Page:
Rejoicing in God and His Gift of Joy

“There is something about facing the dark night that allows us to see the dawning of joy.” (Br. Curtis Almquist)


Rejoice in the Lord always; again I will say, rejoice! Let your gentleness be known to everyone. The Lord is near. Do not worry about anything, but in everything by prayer and supplication with thanksgiving let your requests be made known to God. And the peace of God, which surpasses all understanding, will guard your hearts and your minds in Christ Jesus. (Philippians 4: 4-7 NRSVCE)

This morning I made a quick scan of the front section of The Boston Globe and New York Times. There’s a topic that gets no press — not this morning, probably not most mornings. That missing topic is “joy.” 

A good many of the other “spiritual gifts” get press on a fairly regular basis. Most every day there’s talk about love, peace, patience, discipline or self-control, hope, faith, healing, and reconciliation… but when was the last time you had some conversation or read some newsworthy article about joy?


The theme of joy is something of a rare commodity.

To have joy or – as we would say in slang – to do joy is to rejoice. In the accompanying Scripture passage, St. Paul commends us to “Rejoice in the Lord always.” Just in case you didn’t hear him or didn’t believe him, he repeats himself: “Again I say, rejoice!” There’s something here that’s new and fresh to draw out of the treasury of God’s provision: the gift of joy, to know the capacity to rejoice in life.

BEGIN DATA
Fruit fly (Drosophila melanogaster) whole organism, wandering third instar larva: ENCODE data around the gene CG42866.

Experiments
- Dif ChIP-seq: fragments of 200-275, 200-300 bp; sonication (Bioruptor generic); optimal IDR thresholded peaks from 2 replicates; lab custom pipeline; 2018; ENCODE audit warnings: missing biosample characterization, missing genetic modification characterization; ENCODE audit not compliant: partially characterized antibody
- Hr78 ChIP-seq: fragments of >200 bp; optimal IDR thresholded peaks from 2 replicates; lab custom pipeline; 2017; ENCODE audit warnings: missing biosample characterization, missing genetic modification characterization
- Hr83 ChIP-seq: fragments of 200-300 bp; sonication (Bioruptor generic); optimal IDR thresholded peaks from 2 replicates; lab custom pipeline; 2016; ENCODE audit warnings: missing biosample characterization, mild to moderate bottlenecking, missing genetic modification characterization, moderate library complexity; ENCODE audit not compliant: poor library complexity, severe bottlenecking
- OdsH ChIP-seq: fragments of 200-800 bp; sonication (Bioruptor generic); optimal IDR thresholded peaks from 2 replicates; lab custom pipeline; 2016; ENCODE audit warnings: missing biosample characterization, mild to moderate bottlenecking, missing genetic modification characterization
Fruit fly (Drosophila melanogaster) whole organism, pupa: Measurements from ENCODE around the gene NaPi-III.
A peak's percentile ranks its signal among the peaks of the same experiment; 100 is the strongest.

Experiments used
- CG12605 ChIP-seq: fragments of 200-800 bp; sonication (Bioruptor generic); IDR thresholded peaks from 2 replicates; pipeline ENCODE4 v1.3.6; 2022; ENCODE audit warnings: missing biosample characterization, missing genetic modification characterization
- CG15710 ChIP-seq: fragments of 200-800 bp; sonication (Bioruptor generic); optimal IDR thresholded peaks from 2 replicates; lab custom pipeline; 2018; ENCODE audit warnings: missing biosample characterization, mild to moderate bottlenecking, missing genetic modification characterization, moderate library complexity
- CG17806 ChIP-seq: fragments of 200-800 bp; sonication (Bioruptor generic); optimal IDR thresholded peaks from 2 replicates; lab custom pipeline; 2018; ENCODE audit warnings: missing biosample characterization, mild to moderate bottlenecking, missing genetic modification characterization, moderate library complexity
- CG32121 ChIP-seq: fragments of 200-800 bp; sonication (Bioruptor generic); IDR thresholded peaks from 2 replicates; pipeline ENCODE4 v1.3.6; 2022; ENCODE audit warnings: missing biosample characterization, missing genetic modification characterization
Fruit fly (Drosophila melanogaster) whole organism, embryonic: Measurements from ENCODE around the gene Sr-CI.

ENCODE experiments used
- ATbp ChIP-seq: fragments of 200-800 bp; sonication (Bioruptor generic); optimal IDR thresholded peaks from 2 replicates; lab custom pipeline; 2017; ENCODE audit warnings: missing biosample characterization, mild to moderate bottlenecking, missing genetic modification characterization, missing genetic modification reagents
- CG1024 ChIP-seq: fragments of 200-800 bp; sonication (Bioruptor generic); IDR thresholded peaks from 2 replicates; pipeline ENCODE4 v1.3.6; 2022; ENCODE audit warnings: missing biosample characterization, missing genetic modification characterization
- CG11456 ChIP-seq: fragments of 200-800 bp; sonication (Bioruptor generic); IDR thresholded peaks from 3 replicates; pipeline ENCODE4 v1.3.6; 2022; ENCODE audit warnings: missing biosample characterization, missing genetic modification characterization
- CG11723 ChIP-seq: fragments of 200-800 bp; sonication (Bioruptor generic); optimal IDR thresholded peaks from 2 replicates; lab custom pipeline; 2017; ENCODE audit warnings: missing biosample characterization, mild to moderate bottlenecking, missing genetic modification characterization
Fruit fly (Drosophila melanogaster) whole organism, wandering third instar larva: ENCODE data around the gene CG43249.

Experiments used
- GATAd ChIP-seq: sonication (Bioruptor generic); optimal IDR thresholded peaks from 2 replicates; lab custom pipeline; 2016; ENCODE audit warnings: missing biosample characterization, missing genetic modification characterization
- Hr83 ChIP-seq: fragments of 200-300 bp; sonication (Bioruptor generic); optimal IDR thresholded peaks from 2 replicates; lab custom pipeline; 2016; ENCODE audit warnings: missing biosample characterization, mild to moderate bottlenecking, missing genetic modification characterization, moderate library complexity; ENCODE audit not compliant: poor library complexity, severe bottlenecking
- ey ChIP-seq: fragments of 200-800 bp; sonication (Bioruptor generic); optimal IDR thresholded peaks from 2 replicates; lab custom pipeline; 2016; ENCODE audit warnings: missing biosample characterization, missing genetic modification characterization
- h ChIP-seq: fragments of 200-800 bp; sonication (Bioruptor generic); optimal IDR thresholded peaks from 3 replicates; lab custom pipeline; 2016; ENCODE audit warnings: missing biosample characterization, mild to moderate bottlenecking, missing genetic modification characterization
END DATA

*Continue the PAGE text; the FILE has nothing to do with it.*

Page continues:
To rejoice is to have a deep sense of delight. The Greek word means “for the heart, in its deepest place of passion and feelings, to be well.” That’s what it is to have joy: for the heart to feel very well, to rejoice the heart. 

If you agree with me that joy can be something of a rare commodity, an untapped spiritual gift, why might that be? Why is that so about this thing called joy? Why is it so rare? Well, several things have occurred to me.



First, joy takes time. Joy is not fast food. I would say it comes as a by-product of living a savored life, of having and taking time to “Stop and smell the flowers.” Joy needs time. There is this old monastic insight about living a joy-filled life: take time, take at least some time each day, to do one thing at-a-time.

Yes, take time, take at least some time each day (if you are walking) to just walk. Take time; take at least some time (if you are looking) to just look. If you are listening, just listen. If you are sipping iced tea, watering the plants, or petting the dog, do just that. Do one thing at-a-time, and do that as often as you can.

Take the time to let the fragrances and aromas of life penetrate to the deepest part of your being, where they can be savored. I think we call this “being there.”


I don’t think it has so much to do with the pace of life as much as it does with the intentionality with which we live our life. 

It’s to presume that each moment is pregnant with God’s real presence, provision, and promise. Look for it; wait for it; savor it. Don’t just visit life; life needs time to be lived abundantly.



Secondly, joy requires acceptance. Joy requires our saying “yes” to life, to the life we’ve been given, the hand we’ve been dealt. Probably many of us have awakened one day to discover that the role we’ve been handed in the drama of life is not the part we auditioned to play.

It seems to me that joy requires a deep willingness to accept how little of our life is actually within our control. It’s an acknowledgment and an acceptance that God will be God: that it is God’s world in God’s time, and that we are God’s creatures, that God is at work according to God’s good pleasure. St. Paul writes:

Therefore, my beloved, just as you have always obeyed me, not only in my presence, but much more now in my absence, work out your own salvation with fear and trembling; for it is God who is at work in you, enabling you both to will and to work for his good pleasure. (Philippians 2:12-13 NRSVCE)